And breast cancer is obviously more of a woman's disease (not that it can't happen in men). Its relationship to heart disease is becoming more and more clear in the sense that not only do risk factors for breast cancer overlap with risk factors for heart disease, but the treatment that you receive for breast cancer, such as radiation, can accelerate your risk for cardiovascular disease. Chemotherapy agents can cause more risk for heart failure.

So it's important that we ask all those questions when we're talking to a patient and trying to assess their risk.

Differences in Treatment

Dr Black: You talk about treatment. In general, is it different for men vs women who have conventional risk factors? Do we use different lipid-lowering agents or different antihypertensives in men and women, or is it pretty much the same?

Dr Gulati: Treatments for the risk factors are the same. Nothing has shown that gender would guide specific therapy. But I think the problem is related to whether we treat women as aggressively as we do men.

Dr Black: It's interesting now that we're sort of backing off a little bit on aggressive therapy for blood pressure. Maybe not so for lipids, but it certainly is for blood pressure. Does that apply to women, too? Are women better off if we aren't as aggressive?

Dr Gulati: I think we are at fault for both. We don't treat women as aggressively in general, and we also don't treat men and women as aggressively as we should. Some new guidelines[3] that came out last year have stirred the pot a little and gave people leniency to not treat as aggressively. I think that will actually increase cardiovascular disease.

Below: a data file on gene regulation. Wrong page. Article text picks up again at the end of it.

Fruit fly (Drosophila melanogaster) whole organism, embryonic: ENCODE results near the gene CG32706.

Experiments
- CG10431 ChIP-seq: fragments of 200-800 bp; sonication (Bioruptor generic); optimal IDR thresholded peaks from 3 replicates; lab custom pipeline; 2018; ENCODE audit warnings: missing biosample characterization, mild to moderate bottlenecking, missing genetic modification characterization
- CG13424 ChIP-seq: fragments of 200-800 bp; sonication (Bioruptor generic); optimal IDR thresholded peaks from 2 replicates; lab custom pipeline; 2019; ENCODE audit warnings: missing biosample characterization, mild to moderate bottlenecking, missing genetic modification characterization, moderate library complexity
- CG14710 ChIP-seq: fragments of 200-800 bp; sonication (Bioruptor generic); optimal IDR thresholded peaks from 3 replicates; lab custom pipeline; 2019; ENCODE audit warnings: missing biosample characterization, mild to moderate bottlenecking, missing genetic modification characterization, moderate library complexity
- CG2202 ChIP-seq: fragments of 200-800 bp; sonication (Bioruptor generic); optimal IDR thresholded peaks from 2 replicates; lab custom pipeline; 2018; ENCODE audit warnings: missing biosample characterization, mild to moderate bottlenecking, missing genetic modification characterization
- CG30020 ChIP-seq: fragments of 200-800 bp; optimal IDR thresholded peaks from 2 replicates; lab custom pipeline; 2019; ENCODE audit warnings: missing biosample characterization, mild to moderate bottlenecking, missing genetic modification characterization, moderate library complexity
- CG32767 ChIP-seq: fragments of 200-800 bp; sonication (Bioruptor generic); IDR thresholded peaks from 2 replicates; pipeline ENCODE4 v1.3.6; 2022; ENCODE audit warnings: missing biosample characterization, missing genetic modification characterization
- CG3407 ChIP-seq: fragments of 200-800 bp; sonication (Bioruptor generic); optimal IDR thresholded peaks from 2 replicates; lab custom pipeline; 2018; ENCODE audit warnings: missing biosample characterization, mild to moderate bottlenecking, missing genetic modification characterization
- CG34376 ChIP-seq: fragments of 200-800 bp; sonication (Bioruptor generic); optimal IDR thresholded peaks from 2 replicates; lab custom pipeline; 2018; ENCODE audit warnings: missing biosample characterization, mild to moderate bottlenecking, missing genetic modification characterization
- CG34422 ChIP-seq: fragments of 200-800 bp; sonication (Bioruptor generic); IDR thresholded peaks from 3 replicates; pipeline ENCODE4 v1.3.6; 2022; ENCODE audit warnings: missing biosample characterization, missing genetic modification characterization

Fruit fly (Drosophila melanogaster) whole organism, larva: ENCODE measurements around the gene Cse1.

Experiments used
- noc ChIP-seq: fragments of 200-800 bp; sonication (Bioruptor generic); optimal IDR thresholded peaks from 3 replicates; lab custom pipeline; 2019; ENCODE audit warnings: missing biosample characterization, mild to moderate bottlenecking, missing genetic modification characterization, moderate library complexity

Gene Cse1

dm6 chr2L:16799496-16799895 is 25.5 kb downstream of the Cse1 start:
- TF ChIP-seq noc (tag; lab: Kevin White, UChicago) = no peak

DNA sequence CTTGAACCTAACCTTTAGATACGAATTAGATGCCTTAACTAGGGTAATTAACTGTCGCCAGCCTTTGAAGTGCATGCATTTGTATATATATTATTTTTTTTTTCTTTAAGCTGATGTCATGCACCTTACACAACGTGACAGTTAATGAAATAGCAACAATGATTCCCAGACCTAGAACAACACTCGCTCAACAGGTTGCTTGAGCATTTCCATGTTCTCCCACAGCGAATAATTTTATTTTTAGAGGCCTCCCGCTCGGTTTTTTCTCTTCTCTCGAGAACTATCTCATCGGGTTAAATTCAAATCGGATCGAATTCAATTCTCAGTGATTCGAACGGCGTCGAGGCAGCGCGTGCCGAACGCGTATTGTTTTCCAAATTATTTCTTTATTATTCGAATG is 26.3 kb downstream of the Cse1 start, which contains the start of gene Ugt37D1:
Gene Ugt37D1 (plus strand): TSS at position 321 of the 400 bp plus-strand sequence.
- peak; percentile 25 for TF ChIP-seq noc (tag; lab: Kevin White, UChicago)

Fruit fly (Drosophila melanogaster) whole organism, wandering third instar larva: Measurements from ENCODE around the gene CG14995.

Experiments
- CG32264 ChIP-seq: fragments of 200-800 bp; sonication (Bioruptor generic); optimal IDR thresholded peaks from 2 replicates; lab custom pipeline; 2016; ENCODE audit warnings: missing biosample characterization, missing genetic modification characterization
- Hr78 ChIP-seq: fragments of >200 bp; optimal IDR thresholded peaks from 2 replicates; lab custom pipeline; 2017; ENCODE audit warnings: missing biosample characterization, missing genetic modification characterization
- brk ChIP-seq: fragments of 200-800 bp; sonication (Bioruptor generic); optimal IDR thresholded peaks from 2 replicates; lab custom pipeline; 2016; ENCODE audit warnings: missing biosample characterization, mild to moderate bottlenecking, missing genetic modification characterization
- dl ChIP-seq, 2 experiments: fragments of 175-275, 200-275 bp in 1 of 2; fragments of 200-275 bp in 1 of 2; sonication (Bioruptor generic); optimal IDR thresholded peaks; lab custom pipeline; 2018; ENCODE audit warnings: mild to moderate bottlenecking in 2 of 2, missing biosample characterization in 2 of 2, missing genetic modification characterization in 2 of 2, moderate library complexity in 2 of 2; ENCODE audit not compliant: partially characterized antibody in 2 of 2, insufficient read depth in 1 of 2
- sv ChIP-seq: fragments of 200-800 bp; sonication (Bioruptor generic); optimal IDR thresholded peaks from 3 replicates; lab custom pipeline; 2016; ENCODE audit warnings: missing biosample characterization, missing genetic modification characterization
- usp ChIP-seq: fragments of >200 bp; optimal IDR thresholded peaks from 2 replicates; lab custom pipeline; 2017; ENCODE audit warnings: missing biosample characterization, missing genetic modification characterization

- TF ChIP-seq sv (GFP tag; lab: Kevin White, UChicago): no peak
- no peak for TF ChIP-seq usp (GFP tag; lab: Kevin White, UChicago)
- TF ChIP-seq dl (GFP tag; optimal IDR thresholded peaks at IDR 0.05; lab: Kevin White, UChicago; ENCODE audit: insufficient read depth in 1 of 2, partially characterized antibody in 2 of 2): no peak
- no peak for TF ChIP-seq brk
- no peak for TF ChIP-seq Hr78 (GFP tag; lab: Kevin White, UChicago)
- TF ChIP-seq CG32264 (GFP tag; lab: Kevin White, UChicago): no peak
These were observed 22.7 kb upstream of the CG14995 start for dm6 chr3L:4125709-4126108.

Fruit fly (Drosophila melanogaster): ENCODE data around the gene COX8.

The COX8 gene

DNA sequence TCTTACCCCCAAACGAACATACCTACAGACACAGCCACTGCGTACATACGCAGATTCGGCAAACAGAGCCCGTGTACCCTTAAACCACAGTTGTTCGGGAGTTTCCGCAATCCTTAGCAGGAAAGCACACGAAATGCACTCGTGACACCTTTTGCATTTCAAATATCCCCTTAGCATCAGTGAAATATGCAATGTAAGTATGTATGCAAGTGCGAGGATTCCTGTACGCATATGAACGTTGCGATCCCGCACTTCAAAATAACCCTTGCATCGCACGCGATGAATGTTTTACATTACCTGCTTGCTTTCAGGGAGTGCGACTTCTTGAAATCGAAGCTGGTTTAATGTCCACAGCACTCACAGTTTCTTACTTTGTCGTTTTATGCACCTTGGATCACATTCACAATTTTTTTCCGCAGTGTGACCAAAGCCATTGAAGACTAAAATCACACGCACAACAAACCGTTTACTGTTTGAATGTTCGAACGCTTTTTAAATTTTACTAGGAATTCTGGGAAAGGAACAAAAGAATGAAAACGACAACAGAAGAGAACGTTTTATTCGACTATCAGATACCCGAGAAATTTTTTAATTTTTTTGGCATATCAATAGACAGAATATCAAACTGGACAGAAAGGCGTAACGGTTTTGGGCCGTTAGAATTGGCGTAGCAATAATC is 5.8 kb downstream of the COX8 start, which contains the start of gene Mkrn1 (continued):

Microvascular Disease

Dr Black: I agree with you. I think we've backed off without any evidence that it was a good idea.

How about the pathophysiology? Is that likely to be the same in men and women?

Dr Gulati: That's what is most interesting to me right now about cardiovascular disease and women. When we have talked about ischemic heart disease, most people thought we were talking about obstructive coronary artery disease, meaning that you had to have a ≥ 70% lesion in your coronary vessel to actually have symptoms of angina. So when we sent a patient down to the cath lab and they didn't have an obstructive lesion, we would falsely determine that it was a false-positive.

And who were those patients? They were mostly women. In fact, it's very common that even after a heart attack or after having an abnormal stress test, women are less likely to have obstructive coronary disease.

As work evolved, we have been showing that it might actually be [lesions in] the small blood vessels, or microvascular disease, that could be causing ischemia. We have been doing studies in the cath lab measuring flow, but I think the area that is getting very interesting is not invasive testing, but doing exercise stress testing with a cardiac MRI. That's what we're doing to tease out ischemia. We are getting images where we are seeing that the subendocardial area is not getting good blood flow.

Dr Black: I see. What would you do about that if you found it?

Dr Gulati: Currently, the guidelines are saying that if patients have evidence of ischemia, we treat them like they have coronary disease. Right now, we don't know whether there is a gender-specific treatment for someone with microvascular disease. That's what the research right now is looking at. Are there drugs or medications that work specifically at the small vessels that might be unique to that population?